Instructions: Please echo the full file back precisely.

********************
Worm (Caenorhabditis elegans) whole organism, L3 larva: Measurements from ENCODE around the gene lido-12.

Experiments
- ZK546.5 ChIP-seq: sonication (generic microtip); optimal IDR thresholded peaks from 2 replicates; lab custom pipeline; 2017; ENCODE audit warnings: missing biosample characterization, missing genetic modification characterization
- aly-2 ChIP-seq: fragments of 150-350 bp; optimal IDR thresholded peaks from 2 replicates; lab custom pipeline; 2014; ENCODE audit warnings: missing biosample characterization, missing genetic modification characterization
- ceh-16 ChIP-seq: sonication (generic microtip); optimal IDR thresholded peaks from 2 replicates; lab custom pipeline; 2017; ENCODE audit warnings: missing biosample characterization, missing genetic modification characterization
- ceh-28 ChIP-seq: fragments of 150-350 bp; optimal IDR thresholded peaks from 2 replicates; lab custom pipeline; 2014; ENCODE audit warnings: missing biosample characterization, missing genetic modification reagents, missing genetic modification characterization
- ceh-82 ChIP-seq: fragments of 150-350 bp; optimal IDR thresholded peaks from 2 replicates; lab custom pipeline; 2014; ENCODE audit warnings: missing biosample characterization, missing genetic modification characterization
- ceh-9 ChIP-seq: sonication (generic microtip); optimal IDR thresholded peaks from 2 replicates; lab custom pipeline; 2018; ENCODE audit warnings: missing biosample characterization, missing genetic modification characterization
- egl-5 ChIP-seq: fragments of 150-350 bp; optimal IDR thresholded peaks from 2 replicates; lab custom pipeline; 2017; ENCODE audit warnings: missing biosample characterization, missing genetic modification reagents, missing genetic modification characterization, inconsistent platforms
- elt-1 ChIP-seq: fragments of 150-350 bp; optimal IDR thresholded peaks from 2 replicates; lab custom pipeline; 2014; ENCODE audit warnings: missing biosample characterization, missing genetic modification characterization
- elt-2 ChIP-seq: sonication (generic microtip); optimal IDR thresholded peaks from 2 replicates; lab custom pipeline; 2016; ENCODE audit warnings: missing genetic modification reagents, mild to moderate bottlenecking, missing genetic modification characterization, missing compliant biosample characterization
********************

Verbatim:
Worm (Caenorhabditis elegans) whole organism, L3 larva: Measurements from ENCODE around the gene lido-12.

Experiments
- ZK546.5 ChIP-seq: sonication (generic microtip); optimal IDR thresholded peaks from 2 replicates; lab custom pipeline; 2017; ENCODE audit warnings: missing biosample characterization, missing genetic modification characterization
- aly-2 ChIP-seq: fragments of 150-350 bp; optimal IDR thresholded peaks from 2 replicates; lab custom pipeline; 2014; ENCODE audit warnings: missing biosample characterization, missing genetic modification characterization
- ceh-16 ChIP-seq: sonication (generic microtip); optimal IDR thresholded peaks from 2 replicates; lab custom pipeline; 2017; ENCODE audit warnings: missing biosample characterization, missing genetic modification characterization
- ceh-28 ChIP-seq: fragments of 150-350 bp; optimal IDR thresholded peaks from 2 replicates; lab custom pipeline; 2014; ENCODE audit warnings: missing biosample characterization, missing genetic modification reagents, missing genetic modification characterization
- ceh-82 ChIP-seq: fragments of 150-350 bp; optimal IDR thresholded peaks from 2 replicates; lab custom pipeline; 2014; ENCODE audit warnings: missing biosample characterization, missing genetic modification characterization
- ceh-9 ChIP-seq: sonication (generic microtip); optimal IDR thresholded peaks from 2 replicates; lab custom pipeline; 2018; ENCODE audit warnings: missing biosample characterization, missing genetic modification characterization
- egl-5 ChIP-seq: fragments of 150-350 bp; optimal IDR thresholded peaks from 2 replicates; lab custom pipeline; 2017; ENCODE audit warnings: missing biosample characterization, missing genetic modification reagents, missing genetic modification characterization, inconsistent platforms
- elt-1 ChIP-seq: fragments of 150-350 bp; optimal IDR thresholded peaks from 2 replicates; lab custom pipeline; 2014; ENCODE audit warnings: missing biosample characterization, missing genetic modification characterization
- elt-2 ChIP-seq: sonication (generic microtip); optimal IDR thresholded peaks from 2 replicates; lab custom pipeline; 2016; ENCODE audit warnings: missing genetic modification reagents, mild to moderate bottlenecking, missing genetic modification characterization, missing compliant biosample characterization